- "Some look left, some look right. The answer is right in front of us!"
- — A mural on the wall of the train underpass.
The Dignity Village is an unrecognized colony established by homeless near Procopio Beach, San Andreas. Dignity Village is bordered by the Pacific Ocean to the north, the Mount Chiliad to the south, and Mount Gordo to the east. It is featured in Grand Theft Auto V and Grand Theft Auto Online, but plays no role in the storyline, except for a gang attack and having a Letter Scrap. It is accessible south of Route 1, through an underpass. Dignity Village is the second-smallest settlement in GTA V, while Cape Catfish is the smallest.
Dignity Village is anything but dignified. The "village" itself is just a tiny encampment with a few tents pitched there. Some hobos will be gathered around the fires, seeking warmth and will berate the player, if approached. Dignity Village is possibly the poorest settlement in economic terms in Grand Theft Auto V. Dignity Village is situated at well-hidden in Blaine County, so traffic driving along Route 1 will not notice the settlement, serving as home to people who reject mainstream society, tramps, anarchists, runaways, crooks and extreme libertarians.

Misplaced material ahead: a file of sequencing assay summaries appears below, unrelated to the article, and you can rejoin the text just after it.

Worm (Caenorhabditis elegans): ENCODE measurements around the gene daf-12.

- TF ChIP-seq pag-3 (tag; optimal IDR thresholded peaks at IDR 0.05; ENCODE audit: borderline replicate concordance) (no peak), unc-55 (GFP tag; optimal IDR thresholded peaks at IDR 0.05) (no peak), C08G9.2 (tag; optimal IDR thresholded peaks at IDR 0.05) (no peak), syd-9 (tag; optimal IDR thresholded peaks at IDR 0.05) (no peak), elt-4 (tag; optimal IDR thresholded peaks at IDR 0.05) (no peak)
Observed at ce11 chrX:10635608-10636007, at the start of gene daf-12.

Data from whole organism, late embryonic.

The camp has a few small buildings, with rusty sheet metal fences and makeshift shelters, along with multiple tents which the inhabitants live in. Some anti-capitalist and revolutionary signs can be found throughout the encampment, with messages like "Capitalism is crisis", "The revolution will not be televised" or "We are: the poor, the unemployed, in debt, fed up", among others. The inhabitants will not take kindly to any of the protagonists, and will become aggressive if provoked, or if stood next to for a period of time. However, the inhabitants don't pose much of a threat in combat, and will run away when in the presence of a gun.
- A beater Surfer can be found inside it, crossing a small bridge.
- A police bike can sometimes be found just outside the entrance during the daytime.
- A Tow Truck (large variant) is usually found near one of the tents.
- Dignity Village shares its name with a real life homeless settlement in Portland, Oregon. Both locations have similarities, including having several tents, homeless people, and a large sign at the front that reads "Dignity Village".
- At the entrance, there are signs that says "Yes We Camp", which is a reference to the chant "Yes We Can", used by the Obama's presidential campaign in 2008.
- In the doorway of one of the buildings is a letter scrap and a health pack.
- At the underpass is a sign that says "The revolution will not be televised" which is a reference to the song of the same name written by Gil Scott-Heron.